Relatively speaking, the pass defense was further along than the run defense, though really, only three teams ran the ball well, and two (Ohio State and Navy, which combined to gain 658 yards at 5.9 per carry) ran well against most. That leaves only one abnormally awful performance: Tulane gained 355 yards at 7.2 per carry.
Tulsa returns six starters and most of its second stringers, but this could be a situation where strength gets stronger and weakness gets weaker. The run defense will certainly struggle to improve without its backbone — tackles Jerry Uwaezuoke and Hayden Carman, middle linebacker Trent Martin, and strong safety Jeremy Brady are all gone.
Granted, their departures could allow for a few veterans to thrive. Tackle Kolton Shindelar and linebacker Petera Wilson Jr., both seniors, combined for 12 tackles for loss last year in limited action. Of course, 9.5 were sacks. That doesn’t say much about run support.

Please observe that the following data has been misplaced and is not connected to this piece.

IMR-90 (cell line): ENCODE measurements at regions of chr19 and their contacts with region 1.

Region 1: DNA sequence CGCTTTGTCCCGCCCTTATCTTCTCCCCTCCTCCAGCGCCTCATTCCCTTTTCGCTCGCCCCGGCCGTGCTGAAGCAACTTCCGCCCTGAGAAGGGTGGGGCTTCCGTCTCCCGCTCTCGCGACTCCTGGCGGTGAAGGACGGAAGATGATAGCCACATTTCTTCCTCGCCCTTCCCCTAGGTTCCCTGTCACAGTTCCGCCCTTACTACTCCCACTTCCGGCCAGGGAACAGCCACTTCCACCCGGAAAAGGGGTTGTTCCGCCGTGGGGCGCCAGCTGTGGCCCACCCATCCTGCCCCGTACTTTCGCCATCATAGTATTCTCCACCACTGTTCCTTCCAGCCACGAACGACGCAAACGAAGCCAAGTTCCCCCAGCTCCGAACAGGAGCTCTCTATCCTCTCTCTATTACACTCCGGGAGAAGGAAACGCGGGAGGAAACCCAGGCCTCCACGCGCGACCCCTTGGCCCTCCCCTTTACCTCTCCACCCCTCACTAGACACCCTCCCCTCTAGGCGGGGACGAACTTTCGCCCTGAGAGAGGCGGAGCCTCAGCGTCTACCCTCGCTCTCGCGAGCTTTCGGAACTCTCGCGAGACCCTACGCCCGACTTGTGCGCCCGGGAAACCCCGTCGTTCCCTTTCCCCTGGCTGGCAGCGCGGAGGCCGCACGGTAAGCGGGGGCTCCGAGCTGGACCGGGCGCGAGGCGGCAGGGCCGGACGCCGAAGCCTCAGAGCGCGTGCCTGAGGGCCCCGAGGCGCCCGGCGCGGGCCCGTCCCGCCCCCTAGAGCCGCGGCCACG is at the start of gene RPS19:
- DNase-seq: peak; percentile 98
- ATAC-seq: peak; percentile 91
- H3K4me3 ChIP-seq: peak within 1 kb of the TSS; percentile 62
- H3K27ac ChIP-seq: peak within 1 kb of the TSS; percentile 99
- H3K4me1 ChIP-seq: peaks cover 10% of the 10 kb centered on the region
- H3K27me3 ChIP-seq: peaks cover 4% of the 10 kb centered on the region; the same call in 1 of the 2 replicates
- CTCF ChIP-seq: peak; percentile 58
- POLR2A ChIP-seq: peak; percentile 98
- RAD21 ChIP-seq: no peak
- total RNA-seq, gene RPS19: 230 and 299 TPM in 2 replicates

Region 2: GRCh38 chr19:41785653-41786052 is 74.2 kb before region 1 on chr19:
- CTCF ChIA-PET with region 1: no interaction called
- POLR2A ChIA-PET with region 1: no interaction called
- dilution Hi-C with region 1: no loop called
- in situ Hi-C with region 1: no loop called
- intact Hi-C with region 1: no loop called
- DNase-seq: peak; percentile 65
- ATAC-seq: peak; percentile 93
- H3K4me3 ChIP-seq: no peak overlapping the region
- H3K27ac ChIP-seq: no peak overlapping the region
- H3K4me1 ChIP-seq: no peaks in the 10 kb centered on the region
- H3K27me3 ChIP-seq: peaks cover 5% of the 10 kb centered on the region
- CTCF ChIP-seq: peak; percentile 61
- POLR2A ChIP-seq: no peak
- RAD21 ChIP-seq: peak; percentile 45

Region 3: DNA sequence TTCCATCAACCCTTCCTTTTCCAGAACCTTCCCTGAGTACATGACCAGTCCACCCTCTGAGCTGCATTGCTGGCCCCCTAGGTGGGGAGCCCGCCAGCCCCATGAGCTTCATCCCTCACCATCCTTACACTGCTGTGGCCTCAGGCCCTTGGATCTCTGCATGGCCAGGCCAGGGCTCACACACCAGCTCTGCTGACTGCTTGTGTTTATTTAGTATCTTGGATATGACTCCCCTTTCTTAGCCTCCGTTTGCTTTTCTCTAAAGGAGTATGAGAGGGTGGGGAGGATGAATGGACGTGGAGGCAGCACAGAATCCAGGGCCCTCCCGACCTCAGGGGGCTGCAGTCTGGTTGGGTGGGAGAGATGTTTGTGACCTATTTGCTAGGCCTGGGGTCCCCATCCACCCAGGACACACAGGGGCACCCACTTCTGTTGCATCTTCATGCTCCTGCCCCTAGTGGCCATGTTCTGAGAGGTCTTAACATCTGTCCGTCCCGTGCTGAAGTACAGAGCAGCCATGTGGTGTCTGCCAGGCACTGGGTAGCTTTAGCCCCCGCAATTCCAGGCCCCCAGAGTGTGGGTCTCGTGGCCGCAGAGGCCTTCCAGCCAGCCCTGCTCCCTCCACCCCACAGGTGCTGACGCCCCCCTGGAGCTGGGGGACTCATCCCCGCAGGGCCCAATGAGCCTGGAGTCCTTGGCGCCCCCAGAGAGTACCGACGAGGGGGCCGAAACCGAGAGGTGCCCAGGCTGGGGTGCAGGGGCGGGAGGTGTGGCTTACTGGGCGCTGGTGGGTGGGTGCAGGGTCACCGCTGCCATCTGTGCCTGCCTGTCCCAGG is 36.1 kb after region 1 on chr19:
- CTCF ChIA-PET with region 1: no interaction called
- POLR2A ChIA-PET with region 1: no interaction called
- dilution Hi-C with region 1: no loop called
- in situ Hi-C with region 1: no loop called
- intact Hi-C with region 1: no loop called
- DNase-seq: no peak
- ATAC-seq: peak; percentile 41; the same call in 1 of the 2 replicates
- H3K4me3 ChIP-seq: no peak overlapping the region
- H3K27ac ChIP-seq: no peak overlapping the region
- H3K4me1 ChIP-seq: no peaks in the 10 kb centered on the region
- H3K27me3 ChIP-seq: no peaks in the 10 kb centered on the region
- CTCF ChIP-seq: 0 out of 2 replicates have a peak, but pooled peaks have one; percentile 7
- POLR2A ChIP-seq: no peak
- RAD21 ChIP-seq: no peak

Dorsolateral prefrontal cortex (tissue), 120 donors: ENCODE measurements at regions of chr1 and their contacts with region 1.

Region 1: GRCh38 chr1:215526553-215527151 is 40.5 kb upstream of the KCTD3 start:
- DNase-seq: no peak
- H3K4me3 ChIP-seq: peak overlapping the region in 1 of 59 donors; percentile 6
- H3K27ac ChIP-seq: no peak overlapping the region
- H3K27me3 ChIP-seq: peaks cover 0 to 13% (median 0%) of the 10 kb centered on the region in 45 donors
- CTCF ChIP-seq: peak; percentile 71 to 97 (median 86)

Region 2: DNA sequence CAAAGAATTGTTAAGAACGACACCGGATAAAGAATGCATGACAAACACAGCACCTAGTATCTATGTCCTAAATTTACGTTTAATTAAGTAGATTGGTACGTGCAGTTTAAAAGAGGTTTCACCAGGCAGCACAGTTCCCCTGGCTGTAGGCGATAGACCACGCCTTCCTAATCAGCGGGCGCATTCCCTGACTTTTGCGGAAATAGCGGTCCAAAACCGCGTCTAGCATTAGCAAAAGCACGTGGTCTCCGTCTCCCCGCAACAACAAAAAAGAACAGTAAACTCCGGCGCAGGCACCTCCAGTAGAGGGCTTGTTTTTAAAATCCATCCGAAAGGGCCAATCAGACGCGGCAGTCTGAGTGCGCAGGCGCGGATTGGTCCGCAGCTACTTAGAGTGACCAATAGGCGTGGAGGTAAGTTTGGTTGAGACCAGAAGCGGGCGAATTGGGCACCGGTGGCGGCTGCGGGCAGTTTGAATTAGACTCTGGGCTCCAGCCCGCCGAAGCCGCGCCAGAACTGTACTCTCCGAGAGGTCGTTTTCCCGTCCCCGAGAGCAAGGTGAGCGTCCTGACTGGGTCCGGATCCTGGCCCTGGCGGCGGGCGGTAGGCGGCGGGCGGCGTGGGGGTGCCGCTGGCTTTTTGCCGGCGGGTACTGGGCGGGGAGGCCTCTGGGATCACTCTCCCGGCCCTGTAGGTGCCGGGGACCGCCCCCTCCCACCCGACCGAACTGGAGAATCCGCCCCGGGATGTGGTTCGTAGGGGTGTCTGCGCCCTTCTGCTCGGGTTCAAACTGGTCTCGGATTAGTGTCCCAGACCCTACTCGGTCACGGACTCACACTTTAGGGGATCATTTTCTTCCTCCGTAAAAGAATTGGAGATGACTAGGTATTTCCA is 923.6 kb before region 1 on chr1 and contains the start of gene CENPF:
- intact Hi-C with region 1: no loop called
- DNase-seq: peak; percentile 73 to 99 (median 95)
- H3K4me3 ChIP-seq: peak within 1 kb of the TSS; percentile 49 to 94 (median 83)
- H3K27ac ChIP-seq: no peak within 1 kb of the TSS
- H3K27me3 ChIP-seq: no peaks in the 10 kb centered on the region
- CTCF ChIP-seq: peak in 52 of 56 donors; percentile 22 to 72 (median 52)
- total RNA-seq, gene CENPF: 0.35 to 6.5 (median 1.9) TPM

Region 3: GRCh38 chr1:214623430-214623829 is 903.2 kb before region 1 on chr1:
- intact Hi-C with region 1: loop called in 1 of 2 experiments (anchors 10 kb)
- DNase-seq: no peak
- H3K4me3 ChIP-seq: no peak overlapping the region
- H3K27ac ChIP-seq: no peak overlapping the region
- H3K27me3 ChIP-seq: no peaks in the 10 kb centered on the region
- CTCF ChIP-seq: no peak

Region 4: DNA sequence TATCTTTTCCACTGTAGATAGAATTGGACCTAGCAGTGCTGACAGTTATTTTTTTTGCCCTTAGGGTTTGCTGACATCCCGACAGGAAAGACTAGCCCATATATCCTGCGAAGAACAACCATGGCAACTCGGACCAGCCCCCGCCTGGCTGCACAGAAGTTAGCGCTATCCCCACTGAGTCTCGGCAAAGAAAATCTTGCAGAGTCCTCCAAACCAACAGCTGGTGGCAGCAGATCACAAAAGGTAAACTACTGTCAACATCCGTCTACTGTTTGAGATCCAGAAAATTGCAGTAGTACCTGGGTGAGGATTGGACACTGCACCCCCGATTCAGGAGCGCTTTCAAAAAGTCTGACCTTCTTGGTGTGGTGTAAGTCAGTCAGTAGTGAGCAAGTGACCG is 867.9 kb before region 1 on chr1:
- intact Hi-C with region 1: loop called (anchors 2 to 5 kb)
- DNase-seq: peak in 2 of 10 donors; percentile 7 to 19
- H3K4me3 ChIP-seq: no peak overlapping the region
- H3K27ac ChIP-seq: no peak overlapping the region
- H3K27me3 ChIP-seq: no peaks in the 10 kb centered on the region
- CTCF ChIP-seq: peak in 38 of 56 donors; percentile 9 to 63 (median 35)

If run defense does improve, it will probably be because of young heft. Sophomore tackle Shemarr Robinson (6’3, 307 pounds) is an exciting prospect, and three-star redshirt freshmen Johnnie Williams (6’3, 309) and Tyarise Stevenson (6’3, 340) packed on the pounds in their year off of the field.
Either way, though, the pass defense should be stupendous. Losing Brady hurts, but corners Kerwin Thomas, Reggie Robinson II, and Keanu Hill (combined: 22 passes defensed) all return, as do safeties Jordan Mitchell and McKinley Whitfield (14 passes defensed, 3.5 tackles for loss). The defensive backs didn’t create as much havoc as you’d like to see in this type of defense, but they could with better experience.